Strategy for NaNoWriMo

I'm working out a strategy for doing NaNoWriMo. I'm trying to be more organized than in the past. I succeeded in 2006 mostly through brute force, making up many of the plot elements as I went along, characters, locations, events, etc. The end result had only a passing resemblance to the novel I'd had in mind when I started out.

For three years, I've been mulling over how to fix that effort, and have written a bunch of new material to flesh out the revised version I have in my head. However, I've more or less come to the conclusion that my 2006 novel is so deeply flawed as to be not salvageable. If I want to do anything with any of that material, I will have to start that novel over.

I'd prefer that not be my fate this year. So, in 2009 I'm being more organized. This should help to facilitate the actual writing as well. I've set out the plot points in a set of 20 chapters, with descriptions of each. For example:
*Chapter 1*
MacDonald in the trenches. He's convinced he's going to die any day, but secure that he's going to heaven, having done his duty. he's almost killed, but his gloomy army buddy catches the bullet instead.

*Chapter 2*
In the hospital. Reads the letters from his buddy's sister, sorrowful, tearful letters wanting to set things right, to heal over their estrangement. She's going to take his death hard! He realizes that he has an obligation to go and be with the grieving sister.

His captain wants to be rid of the gloomy gus, he's a bad apple who's ruining morale in the entire company. Captain takes the head wound as a chance to be rid of him.

*Chapter 3*
Goes to England, meets buddy's family. Realizes that they are rich, rich, rich. Sister is a lined, worn, grieving shade. he's moved by her devotion, by the lost chance of reconciliation. He wonders what it was that came between them.
Each of these form a general basis for the plot, the characters and their interactions. I'm thinking that each chapter will have three scenes, more or less. Each chapter needs to be 2500 words to hit 50,000. That's only 850 words per scene. If I write two scenes per day, that's NaNoWriMo.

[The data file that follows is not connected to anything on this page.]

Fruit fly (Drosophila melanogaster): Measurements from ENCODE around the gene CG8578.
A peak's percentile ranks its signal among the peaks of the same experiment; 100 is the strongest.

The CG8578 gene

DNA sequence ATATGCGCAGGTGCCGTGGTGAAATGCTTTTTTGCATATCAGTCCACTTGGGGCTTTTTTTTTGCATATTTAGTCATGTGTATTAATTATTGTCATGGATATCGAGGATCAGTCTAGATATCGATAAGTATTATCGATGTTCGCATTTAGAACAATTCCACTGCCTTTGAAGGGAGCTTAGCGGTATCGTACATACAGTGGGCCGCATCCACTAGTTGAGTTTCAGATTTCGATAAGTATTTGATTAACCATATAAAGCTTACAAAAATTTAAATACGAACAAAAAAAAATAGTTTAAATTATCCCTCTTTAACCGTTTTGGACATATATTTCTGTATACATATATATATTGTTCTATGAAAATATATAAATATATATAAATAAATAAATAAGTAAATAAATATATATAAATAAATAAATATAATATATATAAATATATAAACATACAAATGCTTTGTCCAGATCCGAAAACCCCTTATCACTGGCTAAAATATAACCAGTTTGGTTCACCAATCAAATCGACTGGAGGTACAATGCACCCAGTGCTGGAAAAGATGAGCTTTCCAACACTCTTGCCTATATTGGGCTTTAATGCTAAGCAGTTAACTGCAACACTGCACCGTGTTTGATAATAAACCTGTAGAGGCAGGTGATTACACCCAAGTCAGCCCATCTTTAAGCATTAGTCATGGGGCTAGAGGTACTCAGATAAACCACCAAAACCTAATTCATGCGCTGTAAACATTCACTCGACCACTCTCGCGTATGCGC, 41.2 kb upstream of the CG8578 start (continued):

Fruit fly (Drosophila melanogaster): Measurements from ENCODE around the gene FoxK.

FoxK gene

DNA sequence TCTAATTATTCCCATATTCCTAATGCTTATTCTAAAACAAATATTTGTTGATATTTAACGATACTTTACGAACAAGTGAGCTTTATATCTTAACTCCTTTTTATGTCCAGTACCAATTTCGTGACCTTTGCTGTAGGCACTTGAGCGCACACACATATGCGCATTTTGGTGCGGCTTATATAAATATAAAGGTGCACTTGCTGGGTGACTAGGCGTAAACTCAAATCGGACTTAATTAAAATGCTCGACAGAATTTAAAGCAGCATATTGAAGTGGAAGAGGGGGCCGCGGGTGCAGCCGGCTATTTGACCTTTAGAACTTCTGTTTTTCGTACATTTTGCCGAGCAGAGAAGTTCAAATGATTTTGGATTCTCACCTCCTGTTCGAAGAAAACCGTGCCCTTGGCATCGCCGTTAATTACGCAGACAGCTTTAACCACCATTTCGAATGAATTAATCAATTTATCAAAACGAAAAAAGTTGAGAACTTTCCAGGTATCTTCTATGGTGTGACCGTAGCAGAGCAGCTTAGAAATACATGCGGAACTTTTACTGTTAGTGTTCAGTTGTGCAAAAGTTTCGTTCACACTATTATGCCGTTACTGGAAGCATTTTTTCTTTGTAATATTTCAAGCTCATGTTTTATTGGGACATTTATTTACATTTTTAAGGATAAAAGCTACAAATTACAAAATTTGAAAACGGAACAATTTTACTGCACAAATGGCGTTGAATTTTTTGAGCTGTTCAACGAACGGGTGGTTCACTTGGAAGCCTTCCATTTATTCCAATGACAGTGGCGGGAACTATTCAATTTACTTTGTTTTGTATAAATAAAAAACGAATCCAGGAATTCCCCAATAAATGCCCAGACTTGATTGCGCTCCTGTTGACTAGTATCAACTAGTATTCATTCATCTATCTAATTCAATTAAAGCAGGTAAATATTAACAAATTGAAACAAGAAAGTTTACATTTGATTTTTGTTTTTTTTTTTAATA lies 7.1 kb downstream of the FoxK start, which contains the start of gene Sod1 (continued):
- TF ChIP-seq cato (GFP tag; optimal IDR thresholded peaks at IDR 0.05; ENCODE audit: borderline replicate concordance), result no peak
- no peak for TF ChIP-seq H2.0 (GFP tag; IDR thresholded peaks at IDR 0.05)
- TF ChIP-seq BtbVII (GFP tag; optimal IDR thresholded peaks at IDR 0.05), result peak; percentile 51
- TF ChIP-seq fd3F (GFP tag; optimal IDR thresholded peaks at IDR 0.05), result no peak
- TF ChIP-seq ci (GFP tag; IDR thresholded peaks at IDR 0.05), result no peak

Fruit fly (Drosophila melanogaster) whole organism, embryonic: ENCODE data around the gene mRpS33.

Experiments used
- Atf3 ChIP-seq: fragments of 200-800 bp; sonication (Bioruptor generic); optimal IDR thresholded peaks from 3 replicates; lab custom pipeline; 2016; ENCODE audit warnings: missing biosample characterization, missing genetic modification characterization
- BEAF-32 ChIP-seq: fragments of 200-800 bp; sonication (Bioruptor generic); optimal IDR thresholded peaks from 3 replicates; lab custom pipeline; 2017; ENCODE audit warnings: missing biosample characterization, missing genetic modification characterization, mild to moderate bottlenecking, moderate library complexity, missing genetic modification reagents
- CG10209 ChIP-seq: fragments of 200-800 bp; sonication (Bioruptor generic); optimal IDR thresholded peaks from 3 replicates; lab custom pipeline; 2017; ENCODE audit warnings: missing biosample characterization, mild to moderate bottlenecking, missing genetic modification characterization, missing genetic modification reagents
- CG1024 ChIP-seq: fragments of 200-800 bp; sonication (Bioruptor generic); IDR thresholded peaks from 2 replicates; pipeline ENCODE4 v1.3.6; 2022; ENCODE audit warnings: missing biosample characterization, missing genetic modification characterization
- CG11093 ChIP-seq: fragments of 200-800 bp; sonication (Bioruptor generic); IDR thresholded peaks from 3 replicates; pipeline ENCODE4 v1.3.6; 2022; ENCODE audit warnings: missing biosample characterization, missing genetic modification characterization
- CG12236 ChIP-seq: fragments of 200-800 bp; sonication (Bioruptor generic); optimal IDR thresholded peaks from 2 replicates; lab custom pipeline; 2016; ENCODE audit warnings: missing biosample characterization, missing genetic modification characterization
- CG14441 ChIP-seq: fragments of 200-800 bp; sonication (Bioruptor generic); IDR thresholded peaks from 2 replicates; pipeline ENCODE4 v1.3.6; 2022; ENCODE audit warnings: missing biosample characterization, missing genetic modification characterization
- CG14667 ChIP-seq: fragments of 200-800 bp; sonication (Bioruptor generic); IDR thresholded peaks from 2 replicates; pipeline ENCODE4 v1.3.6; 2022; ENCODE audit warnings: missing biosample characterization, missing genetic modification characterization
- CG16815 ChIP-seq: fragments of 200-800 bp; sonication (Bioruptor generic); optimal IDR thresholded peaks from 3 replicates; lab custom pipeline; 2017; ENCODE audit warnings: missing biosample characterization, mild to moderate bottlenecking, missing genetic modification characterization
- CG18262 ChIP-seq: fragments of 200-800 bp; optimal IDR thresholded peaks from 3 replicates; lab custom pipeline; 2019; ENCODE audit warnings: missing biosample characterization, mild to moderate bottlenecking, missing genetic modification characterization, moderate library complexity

After NaNoWriMo, if I set about revising scene by scene, I would flesh each of them out to 1400 words. This is about equivalent to a long-ish flash piece, so it's a decent length for a little set-piece. 1400 * 3 * 20 gives me a book of 84,000 words, the right neighborhood for publishing.

The snowflake method, phase drafting, accretion... these are all minor variations on an approach of planning to write.

Now, for the bad news. Based on new information, it looks like real life may intrude on my November even more than I had anticipated. I hope I'll be able to do this.


  1. Did my own NaNo math this morning. I have 19 days available, and recent timed writing (yes, I am that big of a geek) tests indicate a capability of 800 words/hr. Rounding up here and there, if I can be organized enough for 4 productive hours on each of those 19 days, I'm golden.

    I figure with enough coffee and heavily discounted Halloween candy, this is doable. We'll see what kind of optimist I am in a couple weeks.

  2. Trev: The general consensus is that the second week is the hardest. The first week is fun, the second week is work. After that, it gets fun again.

    I am 100% in favor of strong channeling of geek in planning things. My pace has been similar to yours, ~800/hr, about one scene per hour. I'm estimating I'll would have ~ 24 or more days in which to work. That makes it more like 3 scenes (i.e. hours) per day rather than two.

    In 2006, I had a few 5000 word days, which helped considerably.

  3. I tried phase outlining, but got bored after 3rd chapter. I like your idea of thinking of each scene as a piece of flash. I think I can relate to that more.

  4. Both of my attempts at NaNoWriMo have involved outlining. In my first attempt I knew *basically* what needed to happen, so I just laid out all of those things as chapters.

    In my second attempt I created a table of contents. It was a different type of work, essentially a "history" of Earth's extra-solar colonization efforts. So a TOC worked well. That one I finished.

    So this time I think I'll be doing the chapter thing again, Now to find the time for that...

  5. Laura: My problem with the phase outlining method, at least as I've seen it described, introduces so much writing that will have to be expanded on later. Writing 1000 words that I'll later increase to 2000 seems like a waste of time.

    I'd much rather write a 50 word post-it note that reminds me of what I wanted to do in a particular scene. These little blurbs can be shifted around, re-done, etc. to make the flow work better. Then, when I'm ready, go right from 50 to 2000.

    If each scene is supposed to make the reader want to keep reading, one could do worse than approach them as a series of connected flash pieces. I just want to try to avoid the obvious cliffhanger endings of kid's books.

    Paul: I tried to do chapter titles, similar to the table of contents. I found that it was too much work to try to distill the various plot waypoints into a 6 word title. 50 word summaries lets me be sloppy, and therefore actually do it instead of worrying about how it looks/reads.

  6. Sounds like a workable plan to me. :)

    I've tried outlining that way, but if I get more than a few chapters ahead of where I am, it's pointless, since things change so much. :P But I do find an overall rough outline helps immensely, and then I can detail outline a few chapters in advance, and go from there.

    I hope it goes well for you! :)


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